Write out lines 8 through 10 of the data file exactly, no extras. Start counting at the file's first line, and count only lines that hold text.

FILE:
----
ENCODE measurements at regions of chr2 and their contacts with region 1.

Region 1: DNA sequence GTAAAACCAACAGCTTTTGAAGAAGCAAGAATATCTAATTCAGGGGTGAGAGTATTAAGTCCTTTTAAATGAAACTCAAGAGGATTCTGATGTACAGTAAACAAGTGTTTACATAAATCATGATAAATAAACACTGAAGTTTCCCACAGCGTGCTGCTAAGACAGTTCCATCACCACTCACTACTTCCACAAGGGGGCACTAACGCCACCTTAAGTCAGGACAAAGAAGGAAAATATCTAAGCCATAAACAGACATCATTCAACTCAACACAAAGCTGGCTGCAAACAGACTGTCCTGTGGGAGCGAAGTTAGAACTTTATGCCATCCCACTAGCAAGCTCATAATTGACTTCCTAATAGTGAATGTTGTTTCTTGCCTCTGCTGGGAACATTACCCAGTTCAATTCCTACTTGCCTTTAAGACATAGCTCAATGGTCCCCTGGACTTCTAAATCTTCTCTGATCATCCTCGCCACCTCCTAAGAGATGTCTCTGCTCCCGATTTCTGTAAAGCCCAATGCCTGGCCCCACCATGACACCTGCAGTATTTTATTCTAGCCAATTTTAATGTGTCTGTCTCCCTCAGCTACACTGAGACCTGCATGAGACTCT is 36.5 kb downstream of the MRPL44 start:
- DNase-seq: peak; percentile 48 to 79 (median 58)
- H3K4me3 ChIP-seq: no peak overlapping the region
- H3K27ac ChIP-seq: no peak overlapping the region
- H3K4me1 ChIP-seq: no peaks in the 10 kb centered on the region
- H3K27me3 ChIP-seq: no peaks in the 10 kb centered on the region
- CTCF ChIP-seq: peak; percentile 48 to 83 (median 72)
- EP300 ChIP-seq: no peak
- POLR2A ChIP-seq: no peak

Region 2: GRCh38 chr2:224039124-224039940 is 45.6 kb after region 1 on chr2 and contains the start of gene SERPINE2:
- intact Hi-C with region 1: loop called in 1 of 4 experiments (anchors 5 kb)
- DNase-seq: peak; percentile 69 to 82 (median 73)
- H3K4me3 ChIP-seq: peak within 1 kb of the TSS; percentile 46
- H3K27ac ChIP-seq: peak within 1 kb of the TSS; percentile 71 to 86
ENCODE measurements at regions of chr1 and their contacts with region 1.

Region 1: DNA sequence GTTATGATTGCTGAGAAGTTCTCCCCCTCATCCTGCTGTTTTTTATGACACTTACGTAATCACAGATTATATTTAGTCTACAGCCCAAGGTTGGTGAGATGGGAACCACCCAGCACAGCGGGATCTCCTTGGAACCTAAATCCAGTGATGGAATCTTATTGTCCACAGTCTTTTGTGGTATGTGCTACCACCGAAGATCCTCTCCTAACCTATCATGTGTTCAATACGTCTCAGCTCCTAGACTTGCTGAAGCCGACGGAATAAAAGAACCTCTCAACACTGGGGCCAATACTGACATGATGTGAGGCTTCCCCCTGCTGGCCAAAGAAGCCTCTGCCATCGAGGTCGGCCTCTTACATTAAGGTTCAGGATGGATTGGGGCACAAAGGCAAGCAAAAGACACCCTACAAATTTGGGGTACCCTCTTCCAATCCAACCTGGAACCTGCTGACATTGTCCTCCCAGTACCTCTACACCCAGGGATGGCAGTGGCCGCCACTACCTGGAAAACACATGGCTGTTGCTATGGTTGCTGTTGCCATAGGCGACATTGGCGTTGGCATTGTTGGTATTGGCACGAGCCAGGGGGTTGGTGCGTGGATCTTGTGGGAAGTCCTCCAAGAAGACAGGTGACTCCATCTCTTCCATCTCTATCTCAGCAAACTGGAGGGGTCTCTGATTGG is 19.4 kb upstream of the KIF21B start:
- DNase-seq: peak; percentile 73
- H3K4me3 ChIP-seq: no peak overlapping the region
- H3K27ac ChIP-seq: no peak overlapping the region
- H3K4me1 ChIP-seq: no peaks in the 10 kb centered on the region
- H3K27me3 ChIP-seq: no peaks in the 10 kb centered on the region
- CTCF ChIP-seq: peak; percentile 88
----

- CTCF ChIP-seq: peak; percentile 48 to 83 (median 72)
- EP300 ChIP-seq: no peak
- POLR2A ChIP-seq: no peak